Reaching Out Now (RON) will provide $500 scholarship awards through the creation of its new Harlee Anne Hire Scholarship Program to support and encourage student-athletes at WCPS. Two awards of $500 each will be made during the 2021-2022 academic school year through the RON Endowment Program to a student-athlete at WCHS and at SHS, said Ballenger. The program’s main goal is to offer financial support to a current senior athlete at WCHS and SHS and “to encourage serious and deserving students to continue their studies after graduation,” he said.
The new scholarship program is named for Hire, 16, who died earlier this month. She would have been a 2024 SHS graduate. Ballenger said she played right field and was a catcher for the SHS Varsity Softball team. “Harlee loved sports” and “also had a servant’s heart,” said Ballenger, noting that Hire had earned the most service hours volunteering for the RON Girls of Destiny Program.
For next time
The School Board tabled action on the Virginia School Boards Association (VSBA) revised policy GCL Professional Staff Development.
Every employee holding a license issued by the Board of Education is required to complete cultural competency training, in accordance with guidance issued by the Board of Education, at least every two years, according to WCPS Assistant Superintendent for Administration George “Buck” Smith.
Each employee required to complete cultural competency training also must complete at least one such training no later than the beginning of the 2022-2023 school year, Smith told School Board members, noting that this was a July 2021 policy revision of the approved May 2021 GCL policy.
WCPS staff have communicated with representatives from the Virginia Department of Education for an update on the module that has been approved and revised by Gov. Youngkin’s administration, which Smith said is set to release the new module “within the next week or so.”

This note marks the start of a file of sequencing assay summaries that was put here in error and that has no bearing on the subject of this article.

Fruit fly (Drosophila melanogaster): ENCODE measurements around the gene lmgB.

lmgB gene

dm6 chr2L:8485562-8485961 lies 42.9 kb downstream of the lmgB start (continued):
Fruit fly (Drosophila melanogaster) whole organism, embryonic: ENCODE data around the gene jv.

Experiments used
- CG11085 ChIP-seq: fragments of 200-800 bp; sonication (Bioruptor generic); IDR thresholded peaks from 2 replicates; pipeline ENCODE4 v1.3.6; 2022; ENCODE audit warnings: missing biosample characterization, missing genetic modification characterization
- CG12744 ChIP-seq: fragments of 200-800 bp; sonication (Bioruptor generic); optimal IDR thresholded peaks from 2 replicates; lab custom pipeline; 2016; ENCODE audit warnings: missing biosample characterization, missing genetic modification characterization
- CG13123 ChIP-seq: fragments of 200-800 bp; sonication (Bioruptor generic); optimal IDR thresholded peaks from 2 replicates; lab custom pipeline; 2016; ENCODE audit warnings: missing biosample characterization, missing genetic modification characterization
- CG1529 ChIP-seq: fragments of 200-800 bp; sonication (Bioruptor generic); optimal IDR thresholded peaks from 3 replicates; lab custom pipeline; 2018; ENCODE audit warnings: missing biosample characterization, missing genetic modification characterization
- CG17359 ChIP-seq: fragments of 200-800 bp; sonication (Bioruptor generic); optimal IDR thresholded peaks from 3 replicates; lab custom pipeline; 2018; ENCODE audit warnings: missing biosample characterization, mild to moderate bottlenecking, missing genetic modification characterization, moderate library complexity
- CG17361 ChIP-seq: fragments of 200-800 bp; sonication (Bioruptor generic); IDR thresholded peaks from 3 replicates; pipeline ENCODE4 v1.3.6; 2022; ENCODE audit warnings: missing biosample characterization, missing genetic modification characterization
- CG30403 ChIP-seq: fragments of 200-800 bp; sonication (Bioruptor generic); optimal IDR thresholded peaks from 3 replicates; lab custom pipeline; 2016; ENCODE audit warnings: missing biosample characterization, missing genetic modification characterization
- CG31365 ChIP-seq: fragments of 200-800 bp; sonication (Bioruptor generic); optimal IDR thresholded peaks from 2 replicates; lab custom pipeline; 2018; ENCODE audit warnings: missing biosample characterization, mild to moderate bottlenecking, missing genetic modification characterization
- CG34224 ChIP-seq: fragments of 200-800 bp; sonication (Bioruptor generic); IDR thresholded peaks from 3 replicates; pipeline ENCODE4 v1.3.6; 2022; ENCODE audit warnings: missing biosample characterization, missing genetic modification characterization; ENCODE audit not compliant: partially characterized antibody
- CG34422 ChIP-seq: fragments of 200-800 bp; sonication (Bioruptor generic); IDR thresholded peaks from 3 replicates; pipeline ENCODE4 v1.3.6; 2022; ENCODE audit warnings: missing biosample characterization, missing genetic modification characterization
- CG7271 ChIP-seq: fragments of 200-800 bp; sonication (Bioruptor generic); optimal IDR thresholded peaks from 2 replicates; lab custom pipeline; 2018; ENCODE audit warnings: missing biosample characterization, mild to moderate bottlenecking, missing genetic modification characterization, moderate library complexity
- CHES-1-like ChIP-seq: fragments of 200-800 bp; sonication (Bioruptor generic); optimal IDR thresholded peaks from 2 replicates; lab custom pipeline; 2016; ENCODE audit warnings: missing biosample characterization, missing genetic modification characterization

Board member Salins suggested tabling action on the item because the new module has not been released yet. “We would be voting on something that we can’t even read yet,” she said.
But board member Lo said that because teacher licensure is attached to the policy action, “it’s not up to us; we have to pass this.”
Board Chair Pence said that action on the item can be taken by the School Board during its work session in June when members should have a copy of the module.
Warren County Department of Fire and Rescue Services: 10-A-Day Smoke Alarm Challenge
The Warren County Department of Fire and Rescue Services has renewed our partnership with the American Red Cross – Virginia Region and will participate in their “Sound the Alarm, Save a Life” campaign. The Department will be conducting a “10-A-Day Campaign” to assist their endeavor.
Our “10-A-Day Campaign” will challenge our staffed stations to complete these activities each day during the week of May 23 thru May 30, 2022, with the focus on:
- Visit at least ten homes each day
- Provide lifesaving education on smoke alarms to a minimum of 10 people each day
- lnspect a minimum of 10 existing smoke alarms for appropriate working condition, appropriate placement, and adequate date